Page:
Skills translation is a major issue for us—for those of us who are still in search of post-ac jobs, and for those of us who teach in non-professional programs. It’s a major issue for our students, who are going out into the world in search of meaningful employment, a world that can’t seem to figure out what to do with people who don’t fit neatly into a career that you could find in a Richard Scarry story. Translating their skills is a major issue for us too, for both our students’ success and the public perception of our disciplines–particularly for those of us in the humanities and social sciences–is at stake. How do we communicate what we do in the university–as undergraduates, as graduate students, and as PhD holders–to those outside of that system? It’s obvious, outside the academy, that someone with an engineering degree has been equipped with the skills to become an engineer. Same goes for nursing. Or social work. But English? As the old quip goes, you’ll either be found behind a teacher’s desk, or a McDonald’s deep fryer. I imagine the more up-to-date version subs a Starbucks espresso machine for the deep fryer. There is no one obvious career path for someone with a degree in history, or English, or biology, and that’s both a major strength, and a major challenge, of non-professional undergraduate degrees. The same goes for people with grad degrees seeking post-ac employment, with raised stakes–many years of missed earnings and retirement savings, delayed pregnancy or adoption, many years of accumulated debt–and a new set of challenges–public prejudice against PhDs, perceived over-qualification, and a professional network that probably resides mostly within the academy.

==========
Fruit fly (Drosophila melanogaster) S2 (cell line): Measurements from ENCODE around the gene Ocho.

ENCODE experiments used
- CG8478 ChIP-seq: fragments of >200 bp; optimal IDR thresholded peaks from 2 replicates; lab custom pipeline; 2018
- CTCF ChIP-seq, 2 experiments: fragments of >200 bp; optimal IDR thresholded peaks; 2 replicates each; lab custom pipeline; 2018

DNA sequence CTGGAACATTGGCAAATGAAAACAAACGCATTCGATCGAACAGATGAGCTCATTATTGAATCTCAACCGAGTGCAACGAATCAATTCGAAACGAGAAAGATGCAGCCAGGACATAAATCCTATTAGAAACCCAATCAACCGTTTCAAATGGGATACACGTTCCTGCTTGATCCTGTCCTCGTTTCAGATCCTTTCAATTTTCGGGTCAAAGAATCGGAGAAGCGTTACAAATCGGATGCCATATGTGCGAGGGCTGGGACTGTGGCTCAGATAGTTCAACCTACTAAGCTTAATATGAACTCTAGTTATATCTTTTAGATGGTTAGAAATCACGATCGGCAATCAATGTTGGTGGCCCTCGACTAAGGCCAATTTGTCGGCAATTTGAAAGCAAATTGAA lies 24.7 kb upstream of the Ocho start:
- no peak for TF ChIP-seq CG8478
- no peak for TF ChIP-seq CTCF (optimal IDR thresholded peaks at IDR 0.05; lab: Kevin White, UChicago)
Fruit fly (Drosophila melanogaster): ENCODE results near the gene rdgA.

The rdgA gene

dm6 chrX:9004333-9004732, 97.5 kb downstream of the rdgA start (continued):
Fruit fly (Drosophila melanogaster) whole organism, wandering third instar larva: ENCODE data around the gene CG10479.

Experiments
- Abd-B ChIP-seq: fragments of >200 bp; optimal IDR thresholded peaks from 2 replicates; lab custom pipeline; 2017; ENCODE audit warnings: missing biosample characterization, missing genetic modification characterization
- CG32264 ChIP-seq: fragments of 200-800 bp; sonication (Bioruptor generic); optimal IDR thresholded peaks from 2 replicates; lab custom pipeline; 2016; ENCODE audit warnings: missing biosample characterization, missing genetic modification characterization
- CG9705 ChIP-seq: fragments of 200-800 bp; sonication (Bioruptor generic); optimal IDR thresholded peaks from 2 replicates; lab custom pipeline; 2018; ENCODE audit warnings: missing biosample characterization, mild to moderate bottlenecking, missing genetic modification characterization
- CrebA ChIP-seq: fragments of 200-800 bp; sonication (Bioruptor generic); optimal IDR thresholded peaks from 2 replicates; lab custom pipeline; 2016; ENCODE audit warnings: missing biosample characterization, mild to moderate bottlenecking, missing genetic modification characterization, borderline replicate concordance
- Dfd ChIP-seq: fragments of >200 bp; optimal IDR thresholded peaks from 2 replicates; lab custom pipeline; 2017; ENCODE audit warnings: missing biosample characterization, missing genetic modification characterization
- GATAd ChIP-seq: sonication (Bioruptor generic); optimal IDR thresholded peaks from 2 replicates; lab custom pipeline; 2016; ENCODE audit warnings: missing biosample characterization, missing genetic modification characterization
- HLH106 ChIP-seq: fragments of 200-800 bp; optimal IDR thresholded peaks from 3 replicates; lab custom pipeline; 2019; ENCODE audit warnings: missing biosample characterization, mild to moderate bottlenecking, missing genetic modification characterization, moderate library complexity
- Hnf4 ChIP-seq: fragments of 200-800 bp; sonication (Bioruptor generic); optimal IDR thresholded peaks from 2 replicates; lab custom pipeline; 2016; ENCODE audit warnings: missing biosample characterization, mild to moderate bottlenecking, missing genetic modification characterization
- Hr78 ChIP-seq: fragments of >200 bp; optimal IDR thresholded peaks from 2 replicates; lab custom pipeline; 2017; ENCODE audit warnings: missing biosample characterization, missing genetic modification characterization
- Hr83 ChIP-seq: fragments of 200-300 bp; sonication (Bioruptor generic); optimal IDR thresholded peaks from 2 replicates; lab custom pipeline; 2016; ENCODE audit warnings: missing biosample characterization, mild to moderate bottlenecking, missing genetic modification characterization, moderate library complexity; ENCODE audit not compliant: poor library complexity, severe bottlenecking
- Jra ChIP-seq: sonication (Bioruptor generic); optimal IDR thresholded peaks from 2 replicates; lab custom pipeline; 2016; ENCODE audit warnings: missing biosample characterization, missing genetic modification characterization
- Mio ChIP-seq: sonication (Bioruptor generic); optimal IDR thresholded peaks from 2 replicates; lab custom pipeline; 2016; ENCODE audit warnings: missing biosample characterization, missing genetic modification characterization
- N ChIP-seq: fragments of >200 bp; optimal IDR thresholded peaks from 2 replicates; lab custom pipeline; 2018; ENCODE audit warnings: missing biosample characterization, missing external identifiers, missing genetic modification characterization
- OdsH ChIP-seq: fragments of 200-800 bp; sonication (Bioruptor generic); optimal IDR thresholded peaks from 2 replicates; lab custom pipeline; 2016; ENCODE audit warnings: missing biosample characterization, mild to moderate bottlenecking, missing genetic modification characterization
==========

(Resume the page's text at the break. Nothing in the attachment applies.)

We and our students have skills, and valuable ones. But how do we get those beyond our classrooms to acknowledge the communication, collaboration, analysis, research, time-management, project-management, critical thinking, and technical skills we’ve honed in the university–and, for many of us, taught others? This issue is increasingly pressing given the social and governmental pressures to make everything countable, reportable, and monetizable. A humanities education, because it doesn’t neatly fit one into a slot in the business machine, gets dismissed as irrelevant. But as Max Bluow, the president of the Council of Ontario Universities argues, that’s not what we’re here for: “Universities are not, and should not be, in the business of producing “plug and play” graduates – workers who can fit immediately into a specific job in which they will spend the rest of their lives.” The world where people enter a career and stay in it for life has come and gone, and yet the university is, perhaps for the first time, being asked to produce those people. We don’t need programs that help people fit into one of those slots. We need the programs we have, and the tools to communicate to the world that what we do, and who we are, is of far more value than they probably realize.